Every year around this time I write a column laying out my goals for wild food foraging in the coming year. This year I plan to expand that a little to not only include foraging, but recipes and crafts to try.

Drop me a line if you know anything about any of this.

• Thistle pickles: Last year I finally sampled the tender inner stem of a thistle and found, much to my excitement, that they tasted great. This year I plan to make pickles; however, I have to find a pickle recipe that will not turn them to mush. If anyone has a pickle recipe for tender veggies, let me know.

• Greens: I'm also planning to try to "put up" several greens, including lambs quarter and nettles. The nettles make a very pleasant soup. Having finally made a venison ham this past year I decided that a nettle soup with venison ham would be the next logical step. If you have an abundance of lambs quarter, nettles or purslane, call and I'll take it off your hands.

• Caviar: As it turns out, you can make caviar from the eggs of many fish, including perch and pike, both of which are apparently enjoyed in other countries. I must admit I'm a little squeamish about this one, but if I am lucky enough to catch the right fish this winter (that's when the eggs are ripe) I'll have to give it a try. Apparently it is as easy as soaking eggs in brine. If anyone has ever done this, or would like to experiment also, get in touch.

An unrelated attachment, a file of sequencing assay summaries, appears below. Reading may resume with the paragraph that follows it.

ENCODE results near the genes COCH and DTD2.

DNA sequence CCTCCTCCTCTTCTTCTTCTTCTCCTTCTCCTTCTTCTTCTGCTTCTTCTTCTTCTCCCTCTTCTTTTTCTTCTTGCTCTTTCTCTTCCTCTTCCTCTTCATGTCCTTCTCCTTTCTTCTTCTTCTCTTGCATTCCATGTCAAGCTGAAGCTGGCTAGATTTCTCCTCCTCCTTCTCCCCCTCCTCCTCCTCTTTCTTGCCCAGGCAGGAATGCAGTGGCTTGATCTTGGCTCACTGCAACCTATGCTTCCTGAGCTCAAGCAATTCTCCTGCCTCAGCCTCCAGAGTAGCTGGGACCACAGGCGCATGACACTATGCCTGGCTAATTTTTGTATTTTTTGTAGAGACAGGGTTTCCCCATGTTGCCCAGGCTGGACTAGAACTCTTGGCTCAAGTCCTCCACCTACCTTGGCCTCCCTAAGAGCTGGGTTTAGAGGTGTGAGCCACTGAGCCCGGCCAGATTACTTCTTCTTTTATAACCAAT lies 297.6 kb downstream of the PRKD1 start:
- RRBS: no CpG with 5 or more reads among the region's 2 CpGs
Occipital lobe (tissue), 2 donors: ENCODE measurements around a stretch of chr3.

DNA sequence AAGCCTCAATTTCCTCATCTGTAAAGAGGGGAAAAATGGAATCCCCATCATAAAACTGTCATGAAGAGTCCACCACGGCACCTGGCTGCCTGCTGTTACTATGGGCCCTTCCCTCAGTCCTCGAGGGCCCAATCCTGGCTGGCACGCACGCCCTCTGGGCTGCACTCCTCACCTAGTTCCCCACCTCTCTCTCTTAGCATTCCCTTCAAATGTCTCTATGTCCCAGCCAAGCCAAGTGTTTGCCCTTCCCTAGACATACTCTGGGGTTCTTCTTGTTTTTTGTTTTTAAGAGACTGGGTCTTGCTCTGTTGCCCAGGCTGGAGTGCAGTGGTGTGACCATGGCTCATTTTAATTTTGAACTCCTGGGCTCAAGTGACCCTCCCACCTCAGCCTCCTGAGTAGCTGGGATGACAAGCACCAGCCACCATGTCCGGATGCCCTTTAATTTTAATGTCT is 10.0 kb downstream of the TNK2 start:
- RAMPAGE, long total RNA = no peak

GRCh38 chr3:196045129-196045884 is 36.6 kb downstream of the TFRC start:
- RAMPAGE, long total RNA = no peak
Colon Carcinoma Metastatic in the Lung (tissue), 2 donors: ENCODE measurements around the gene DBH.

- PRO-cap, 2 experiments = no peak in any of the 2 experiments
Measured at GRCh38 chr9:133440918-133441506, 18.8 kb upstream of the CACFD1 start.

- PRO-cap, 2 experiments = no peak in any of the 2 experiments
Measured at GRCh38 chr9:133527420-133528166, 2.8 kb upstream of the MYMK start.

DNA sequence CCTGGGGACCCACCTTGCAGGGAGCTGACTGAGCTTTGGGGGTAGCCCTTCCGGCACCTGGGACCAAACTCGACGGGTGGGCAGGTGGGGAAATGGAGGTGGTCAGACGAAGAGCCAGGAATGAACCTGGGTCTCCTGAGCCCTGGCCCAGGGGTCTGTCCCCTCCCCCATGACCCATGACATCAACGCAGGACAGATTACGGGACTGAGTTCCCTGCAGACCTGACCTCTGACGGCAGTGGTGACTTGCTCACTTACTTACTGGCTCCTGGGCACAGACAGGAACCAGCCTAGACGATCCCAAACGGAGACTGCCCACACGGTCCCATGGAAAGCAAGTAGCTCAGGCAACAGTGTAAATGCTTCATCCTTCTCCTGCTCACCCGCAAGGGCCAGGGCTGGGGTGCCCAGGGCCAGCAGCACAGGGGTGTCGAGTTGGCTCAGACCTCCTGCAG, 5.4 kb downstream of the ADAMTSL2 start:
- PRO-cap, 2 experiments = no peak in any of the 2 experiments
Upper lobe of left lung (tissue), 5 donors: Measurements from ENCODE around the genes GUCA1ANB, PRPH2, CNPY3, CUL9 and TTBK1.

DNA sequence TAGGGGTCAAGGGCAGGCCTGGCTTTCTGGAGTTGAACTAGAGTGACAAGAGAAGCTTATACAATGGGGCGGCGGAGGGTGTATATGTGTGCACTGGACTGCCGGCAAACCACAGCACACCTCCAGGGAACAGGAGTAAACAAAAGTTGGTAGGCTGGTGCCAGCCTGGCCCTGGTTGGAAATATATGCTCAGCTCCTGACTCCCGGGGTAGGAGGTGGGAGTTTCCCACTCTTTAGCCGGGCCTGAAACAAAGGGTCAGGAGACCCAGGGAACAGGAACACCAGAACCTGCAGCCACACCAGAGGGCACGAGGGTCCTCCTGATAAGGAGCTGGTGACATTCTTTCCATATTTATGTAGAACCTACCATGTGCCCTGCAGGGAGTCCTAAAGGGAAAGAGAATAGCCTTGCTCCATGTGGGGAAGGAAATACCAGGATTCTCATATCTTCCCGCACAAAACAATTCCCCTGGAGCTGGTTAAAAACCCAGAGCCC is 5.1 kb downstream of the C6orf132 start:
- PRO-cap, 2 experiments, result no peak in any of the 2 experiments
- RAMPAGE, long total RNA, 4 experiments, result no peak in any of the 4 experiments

• Homemade cheese: Possibly the biggest goal I have this next year will be homemade cheese. Between the venison summer sausage, fruit paste and liver pate recipes I have shared with you readers recently, it is probably no surprise I also want to make my own cheese for spreads and cheese and cracker trays. If I have any readers who have delved into the world of homemade cheese in the past, I'd welcome any input.

• Clay: In the non-food realm, I am also going to be on the lookout for clay in the coming year. I could almost harvest enough clay for a large brick works out of my own yard, but I'm afraid digging it up would make my driveway impassable. I know some other sources, but if my readers know of a place where clay tends to boil up out of the ground, I'd love to come harvest some. I guess I might need advice on firing clay in a way that doesn't risk damage to someone's kiln too.

• Crayfish: I have made plans every year to harvest crayfish to make a popcorn shrimp substitute, but it seems I never get around to doing it either because of time limitations, weather or general business. I will have to try, try again this year.